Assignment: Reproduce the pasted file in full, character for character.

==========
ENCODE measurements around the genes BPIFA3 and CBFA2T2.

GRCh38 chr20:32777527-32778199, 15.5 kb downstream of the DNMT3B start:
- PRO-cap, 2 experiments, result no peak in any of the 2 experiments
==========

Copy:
ENCODE measurements around the genes BPIFA3 and CBFA2T2.

GRCh38 chr20:32777527-32778199, 15.5 kb downstream of the DNMT3B start:
- PRO-cap, 2 experiments, result no peak in any of the 2 experiments